Lake Tahoe Leaders and Pro Skiers Ask Their Community to Wear Masks

When Placer County officials saw the massive crowds of unmasked people celebrating the Fourth of July in Lake Tahoe, it was the last straw. With coronavirus case numbers climbing rapidly in California, and Tahoe residents already frustrated by the behaviors of second-home owners fleeing the cities and potentially bringing the virus with them, the lack of prophylactic measures became too much of a threat to bear.

The North Lake Tahoe Resort Association, which is funded by Placer County, decided to pitch Ideal Wild, a Tahoe-based social media management firm, to head what would become the #maskUPtahoe campaign.

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The campaign is already underway through the social media platforms of Poon and the Tahoe pro athlete community. “A lot of the people involved are just my friends. I reached out via text to Townsend and McConkey and Michelle Parker, as important leaders in our community. Everyone was on board,” Poon says. He also featured other community leaders like firefighters and local business owners to explain to the public how their lives would be altered by becoming infected with the virus.

“We’re not focused on shaming people, but we’re really focused on empowering people to a mask in public when they can’t maintain social distancing,” Poon says. “We’re creating a lot of content to be sent to short-term rentals. The big push of the campaign is to stress the why of wearing a mask. We had our community members make signs explaining their reasons for wearing masks. My favorite read, ‘It’s just not that hard.’”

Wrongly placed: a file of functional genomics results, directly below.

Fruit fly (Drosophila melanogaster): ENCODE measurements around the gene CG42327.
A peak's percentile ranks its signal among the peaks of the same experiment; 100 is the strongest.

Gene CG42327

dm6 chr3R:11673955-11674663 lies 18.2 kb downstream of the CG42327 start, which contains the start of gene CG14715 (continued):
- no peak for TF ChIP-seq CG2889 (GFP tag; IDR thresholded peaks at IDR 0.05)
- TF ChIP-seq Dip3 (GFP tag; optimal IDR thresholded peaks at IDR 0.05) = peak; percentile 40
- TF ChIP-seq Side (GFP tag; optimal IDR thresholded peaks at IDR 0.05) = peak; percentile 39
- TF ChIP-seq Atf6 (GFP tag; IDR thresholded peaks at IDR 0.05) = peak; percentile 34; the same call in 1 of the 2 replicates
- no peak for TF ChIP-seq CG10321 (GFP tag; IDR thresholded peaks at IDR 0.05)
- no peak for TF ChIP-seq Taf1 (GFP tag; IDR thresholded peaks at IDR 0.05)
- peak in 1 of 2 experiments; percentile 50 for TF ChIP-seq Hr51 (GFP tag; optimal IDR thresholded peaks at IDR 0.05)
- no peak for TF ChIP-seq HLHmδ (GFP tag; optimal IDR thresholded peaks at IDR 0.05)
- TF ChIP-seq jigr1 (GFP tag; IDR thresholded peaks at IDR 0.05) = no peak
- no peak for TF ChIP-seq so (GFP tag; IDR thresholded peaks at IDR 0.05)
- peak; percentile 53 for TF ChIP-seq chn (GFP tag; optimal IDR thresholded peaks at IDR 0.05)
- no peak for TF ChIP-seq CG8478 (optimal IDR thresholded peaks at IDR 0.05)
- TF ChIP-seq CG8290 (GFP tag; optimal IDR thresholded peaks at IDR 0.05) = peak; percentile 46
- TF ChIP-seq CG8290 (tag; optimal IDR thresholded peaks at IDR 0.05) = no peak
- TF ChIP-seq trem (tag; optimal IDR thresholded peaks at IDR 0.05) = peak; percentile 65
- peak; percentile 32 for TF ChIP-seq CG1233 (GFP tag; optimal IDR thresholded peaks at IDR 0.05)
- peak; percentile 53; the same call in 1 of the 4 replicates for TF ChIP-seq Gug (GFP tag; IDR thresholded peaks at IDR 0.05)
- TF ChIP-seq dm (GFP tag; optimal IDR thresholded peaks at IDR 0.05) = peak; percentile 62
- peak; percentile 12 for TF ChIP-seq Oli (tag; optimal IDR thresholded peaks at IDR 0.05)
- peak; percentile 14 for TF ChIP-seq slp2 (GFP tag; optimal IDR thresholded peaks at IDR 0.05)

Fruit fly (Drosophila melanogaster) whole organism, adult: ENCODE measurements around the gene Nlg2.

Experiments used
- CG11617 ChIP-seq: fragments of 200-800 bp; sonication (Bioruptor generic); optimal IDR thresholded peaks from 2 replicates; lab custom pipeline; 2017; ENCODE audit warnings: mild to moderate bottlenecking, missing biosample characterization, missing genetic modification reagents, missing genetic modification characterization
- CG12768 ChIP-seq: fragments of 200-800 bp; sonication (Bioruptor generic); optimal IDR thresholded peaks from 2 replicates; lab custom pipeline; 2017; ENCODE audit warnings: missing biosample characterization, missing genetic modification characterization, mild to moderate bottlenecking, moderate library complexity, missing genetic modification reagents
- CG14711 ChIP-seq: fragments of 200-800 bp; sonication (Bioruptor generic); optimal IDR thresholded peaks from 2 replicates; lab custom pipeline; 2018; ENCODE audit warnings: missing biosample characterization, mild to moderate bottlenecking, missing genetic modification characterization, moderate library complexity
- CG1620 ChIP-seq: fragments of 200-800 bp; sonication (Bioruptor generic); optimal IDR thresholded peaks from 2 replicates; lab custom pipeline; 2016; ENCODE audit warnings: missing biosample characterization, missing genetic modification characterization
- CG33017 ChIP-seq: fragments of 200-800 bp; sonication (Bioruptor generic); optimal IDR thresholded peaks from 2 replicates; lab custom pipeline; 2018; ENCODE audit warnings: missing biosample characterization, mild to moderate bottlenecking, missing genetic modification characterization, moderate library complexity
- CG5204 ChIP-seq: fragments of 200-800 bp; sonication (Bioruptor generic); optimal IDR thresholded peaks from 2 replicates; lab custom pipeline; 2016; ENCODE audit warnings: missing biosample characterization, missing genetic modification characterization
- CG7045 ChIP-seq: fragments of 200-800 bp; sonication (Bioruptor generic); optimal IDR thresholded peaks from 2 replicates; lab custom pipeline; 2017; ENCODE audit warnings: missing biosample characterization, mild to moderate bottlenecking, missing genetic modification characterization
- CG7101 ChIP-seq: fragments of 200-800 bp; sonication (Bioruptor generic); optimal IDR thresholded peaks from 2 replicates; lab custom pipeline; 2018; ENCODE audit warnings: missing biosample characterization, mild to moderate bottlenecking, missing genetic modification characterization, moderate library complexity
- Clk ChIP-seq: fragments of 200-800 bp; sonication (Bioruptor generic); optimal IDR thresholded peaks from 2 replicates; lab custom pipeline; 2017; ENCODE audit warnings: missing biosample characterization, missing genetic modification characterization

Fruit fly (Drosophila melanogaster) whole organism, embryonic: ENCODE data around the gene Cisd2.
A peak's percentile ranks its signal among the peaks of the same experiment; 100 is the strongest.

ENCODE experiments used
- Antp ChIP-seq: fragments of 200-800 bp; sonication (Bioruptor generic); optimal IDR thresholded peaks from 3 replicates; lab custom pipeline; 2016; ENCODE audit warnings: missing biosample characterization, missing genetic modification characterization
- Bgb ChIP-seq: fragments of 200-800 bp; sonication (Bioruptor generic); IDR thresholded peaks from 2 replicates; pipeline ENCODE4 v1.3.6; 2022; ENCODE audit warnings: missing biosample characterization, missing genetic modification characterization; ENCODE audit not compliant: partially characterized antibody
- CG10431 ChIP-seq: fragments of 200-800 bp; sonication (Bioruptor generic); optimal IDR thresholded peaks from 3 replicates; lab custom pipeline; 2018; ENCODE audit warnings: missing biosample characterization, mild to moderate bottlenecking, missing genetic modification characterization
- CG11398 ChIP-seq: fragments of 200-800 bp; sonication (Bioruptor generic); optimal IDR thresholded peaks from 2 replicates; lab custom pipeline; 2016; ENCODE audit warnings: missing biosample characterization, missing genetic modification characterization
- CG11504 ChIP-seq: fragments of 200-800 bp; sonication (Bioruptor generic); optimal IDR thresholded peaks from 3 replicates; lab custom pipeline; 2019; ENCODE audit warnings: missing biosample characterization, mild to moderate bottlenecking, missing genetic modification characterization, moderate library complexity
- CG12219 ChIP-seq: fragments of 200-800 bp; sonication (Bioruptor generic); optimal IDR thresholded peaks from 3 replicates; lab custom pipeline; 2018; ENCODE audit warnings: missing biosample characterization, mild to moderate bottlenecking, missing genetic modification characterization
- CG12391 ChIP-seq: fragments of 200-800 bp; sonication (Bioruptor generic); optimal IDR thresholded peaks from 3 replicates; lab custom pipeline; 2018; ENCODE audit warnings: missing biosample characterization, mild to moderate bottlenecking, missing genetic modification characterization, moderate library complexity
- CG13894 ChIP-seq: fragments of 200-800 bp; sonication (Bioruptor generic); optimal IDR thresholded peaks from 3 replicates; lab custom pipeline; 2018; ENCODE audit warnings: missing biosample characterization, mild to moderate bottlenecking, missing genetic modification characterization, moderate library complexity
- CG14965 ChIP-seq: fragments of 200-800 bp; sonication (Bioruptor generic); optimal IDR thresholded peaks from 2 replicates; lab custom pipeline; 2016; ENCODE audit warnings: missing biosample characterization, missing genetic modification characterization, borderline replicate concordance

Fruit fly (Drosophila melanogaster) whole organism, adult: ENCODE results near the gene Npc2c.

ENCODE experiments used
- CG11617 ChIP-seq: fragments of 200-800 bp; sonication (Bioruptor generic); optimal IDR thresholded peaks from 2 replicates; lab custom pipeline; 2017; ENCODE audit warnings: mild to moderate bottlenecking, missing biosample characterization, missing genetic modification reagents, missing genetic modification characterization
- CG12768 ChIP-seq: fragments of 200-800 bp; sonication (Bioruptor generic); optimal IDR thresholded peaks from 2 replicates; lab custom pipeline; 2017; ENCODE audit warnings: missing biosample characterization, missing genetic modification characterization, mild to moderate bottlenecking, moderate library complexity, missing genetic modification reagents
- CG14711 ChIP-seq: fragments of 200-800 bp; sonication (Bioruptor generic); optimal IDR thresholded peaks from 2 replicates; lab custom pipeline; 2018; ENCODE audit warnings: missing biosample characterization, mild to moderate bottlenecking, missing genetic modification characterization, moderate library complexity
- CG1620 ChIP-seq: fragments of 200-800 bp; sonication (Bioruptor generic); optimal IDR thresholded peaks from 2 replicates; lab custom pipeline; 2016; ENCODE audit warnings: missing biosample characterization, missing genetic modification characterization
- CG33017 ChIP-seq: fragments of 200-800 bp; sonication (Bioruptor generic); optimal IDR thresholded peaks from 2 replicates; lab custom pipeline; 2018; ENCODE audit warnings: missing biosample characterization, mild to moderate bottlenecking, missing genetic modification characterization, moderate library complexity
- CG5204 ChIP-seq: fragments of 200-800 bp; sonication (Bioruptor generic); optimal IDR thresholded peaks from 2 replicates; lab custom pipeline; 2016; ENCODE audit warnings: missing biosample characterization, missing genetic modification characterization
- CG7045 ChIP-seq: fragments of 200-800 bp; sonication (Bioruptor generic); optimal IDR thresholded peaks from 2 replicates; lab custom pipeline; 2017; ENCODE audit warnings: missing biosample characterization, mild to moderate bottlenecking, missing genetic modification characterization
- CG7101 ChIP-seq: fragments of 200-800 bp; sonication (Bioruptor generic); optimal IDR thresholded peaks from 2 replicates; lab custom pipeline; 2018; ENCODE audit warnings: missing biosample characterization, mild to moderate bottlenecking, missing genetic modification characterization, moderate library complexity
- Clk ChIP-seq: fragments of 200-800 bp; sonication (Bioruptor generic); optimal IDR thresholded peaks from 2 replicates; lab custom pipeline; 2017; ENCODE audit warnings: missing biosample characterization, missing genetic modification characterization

Poon said he was inspired by the emotion of some of the PSAs and pleas of doctors and nurses coming out of New York. But he wanted to create a scalable campaign. “From a creative perspective, we thought if we nail this then everyone else will want to follow. So I could take the same template to make it unique to each area. We’re going beyond skiers and using community leaders to really drive home the point. Having doctors and nurses write messages makes it more real.”

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The goal is to push this campaign to other ski towns and beyond. South Lake Tahoe already has a similar campaign in the works, but Poon wants to see this kind of discussion happening throughout the ski community. “We’re already seeing results,” he says. “Walking the bike paths and the waterfront two weeks ago almost no one was wearing a mask, now it’s 80 or 90 percent.”

For skiers, perhaps the most compelling argument will come from the pro skiers, whose signs point to the fact that the quicker we get the spread of the virus under control, the more likely we will be able to ride chair lifts this winter. But Poon maintains this is far bigger than that.

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“There’s more we can do, we’re heading in the right direction. We need progress over perfection. Sherry [McConkey] said it best, ‘It’s a small act, but a grand gesture.’”

This article originally appeared on and was republished with permission.

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